1 o r m o r e days

1
2
3
4
5
no h a lf

.
10
10
39

87
87
100
100
100

(4)
3
3
3
4
22
25
69
70
95
96
97

.

In clu d es data f o r w h o le s a le tr a d e ; r e t a il t r a d e ; fin a n c e , in s u r a n c e , and r e a l e s ta te ; and s e r v ic e s in a d d itio n to th o s e in d u s try d iv is io n s show n s e p a r a te ly .
T r a n s p o r t a t io n , co m m u n ic a tio n , and o th e r p u b lic u t ilit ie s .
In clu d es data f o r w h o le s a le tr a d e , r e t a il tr a d e , r e a l e s ta te , and s e r v ic e s in a d d itio n to th o se in d u s try d iv is io n s show n s e p a r a te ly .
L e s s than 0.5 p e r c e n t.
A l l co m b in a tio n s o f fu ll and h a lf d ays that add to the sa m e am ount a r e c o m b in e d ; fo r e x a m p le , the p r o p o r t io n o f w o r k e r s r e c e iv in g a to ta l of 7 d ays in c lu d e s th o s e w ith 7 fu ll days and
d a y s , 6 fu ll days and 2 h alf d a y s , 5 fu ll days and 4 h a lf d a y s , and s o on.
P r o p o r t io n s w e r e then cu m u lated .




18
Table B-5. Paid Vacations
( P e r c e n t d i s t r i b u t i o n o f o f f i c e a n d p la n t w o r k e r s in a l l i n d u s t r i e s a n d in i n d u s t r y d i v i s i o n s b y v a c a t i o n p a y
p r o v i s i o n s , M i lw a u k e e , W i s . , A p r i l 1 9 6 3 )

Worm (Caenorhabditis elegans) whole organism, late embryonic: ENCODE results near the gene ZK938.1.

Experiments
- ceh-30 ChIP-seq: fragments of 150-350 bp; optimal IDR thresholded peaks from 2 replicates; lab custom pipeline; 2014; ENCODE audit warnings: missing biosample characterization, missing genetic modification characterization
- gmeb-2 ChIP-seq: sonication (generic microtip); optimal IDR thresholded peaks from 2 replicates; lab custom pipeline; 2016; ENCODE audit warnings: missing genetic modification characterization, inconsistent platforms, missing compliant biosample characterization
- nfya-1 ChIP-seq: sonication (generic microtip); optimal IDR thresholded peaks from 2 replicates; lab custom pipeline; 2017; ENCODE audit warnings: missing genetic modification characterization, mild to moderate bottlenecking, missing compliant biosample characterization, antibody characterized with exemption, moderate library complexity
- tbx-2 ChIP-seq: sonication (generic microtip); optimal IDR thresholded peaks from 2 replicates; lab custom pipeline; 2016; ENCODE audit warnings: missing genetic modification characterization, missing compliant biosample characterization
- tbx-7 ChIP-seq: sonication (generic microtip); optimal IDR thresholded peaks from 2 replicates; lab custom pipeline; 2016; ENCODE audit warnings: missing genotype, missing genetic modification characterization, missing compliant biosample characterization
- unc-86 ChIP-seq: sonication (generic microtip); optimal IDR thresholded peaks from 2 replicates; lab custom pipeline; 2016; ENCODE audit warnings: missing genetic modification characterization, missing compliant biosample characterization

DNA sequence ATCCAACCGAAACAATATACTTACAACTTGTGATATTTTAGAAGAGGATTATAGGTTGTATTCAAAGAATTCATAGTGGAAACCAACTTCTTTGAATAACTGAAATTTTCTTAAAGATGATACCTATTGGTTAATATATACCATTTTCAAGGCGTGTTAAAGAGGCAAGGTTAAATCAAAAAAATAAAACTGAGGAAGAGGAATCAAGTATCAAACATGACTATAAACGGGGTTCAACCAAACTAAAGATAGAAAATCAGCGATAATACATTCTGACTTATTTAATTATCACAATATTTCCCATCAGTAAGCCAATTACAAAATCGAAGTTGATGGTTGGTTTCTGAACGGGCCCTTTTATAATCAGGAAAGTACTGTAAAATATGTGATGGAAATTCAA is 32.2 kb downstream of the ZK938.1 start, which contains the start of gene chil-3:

OFFICE WORKERS

PLANT WORKERS

V a ca tio n p o l ic y
All industries1

A ll w o r k e r s

______ _____

________

____________

Manufacturing

Public utilities 2

All industries

Manufacturing

Public utilities 2

100

100

100

100

100

100

99
99
-

100
100
-

99
99
-

99
86
14
-

100
81
19
-

100
99
(4 )
-

(4 )

-

1

6
51
1
1

8
49
1

_
30
-

45
55
(4 )

M ethod o f paym en t
W o r k e r s in e s ta b lis h m e n ts p r o v id in g
p aid v a c a tio n s _____ _______________ ________
L e n g t h -o f - t im e p a y m e n t ______________________
P e r c e n t a g e p a y m e n t ___ . . „ ________ ___
F la t - s u m paym en t _____________________________
O t h e r ___ __
______________________________ „
W o r k e r s in e s ta b lis h m e n ts p r o v id in g
no p a id v a c a tio n s ______________________________—

(4 )

-

-

22
3
1
-

19
-

*

17
11
1
-

46
54
(4)

69
30
-

88
6
6
1

90
8
1
1

81
19
-

8
2
89
-

11
3
85
-

8
9
83
-

(4)

64
24
10
1
1

36
_
64
_

(4 )

55
17
26
(4 )
1

3
3
94

4
5
91
-

21
28
50
(4 )
1

23
39
36
1
1

.
_
100
_

18
78
52
(4 )
1

21
39
38
1
1

1
1
84
7
7

.

A m ou n t o f v a c a tio n p a y 5
A ft e r 6 m on th s o f s e r v ic e
U nder 1 w e e k _ _____ ____________ ________ .
1 w e e k ________ ________ __ . . _____ ________
O v e r 1 and u n d er 2 w e e k s _______________________
2 w e e k s ____ __________ ______ __ ________ ___ ___

.

-

A ft e r 1 y e a r o f s e r v ic e
1 w e e k ____ __________ _____ ___ ____ ____ ___ ___
O v e r 1 and u n d er 2 w e e k s _ ________ — ___ __
2 w e e k s _ __ _____ _____ _____ __ ____________
3 w e e k s _ _____ ________ _____ _______________
A ft e r 2 y e a r s o f s e r v ic e
1 w e e k _____________________________________________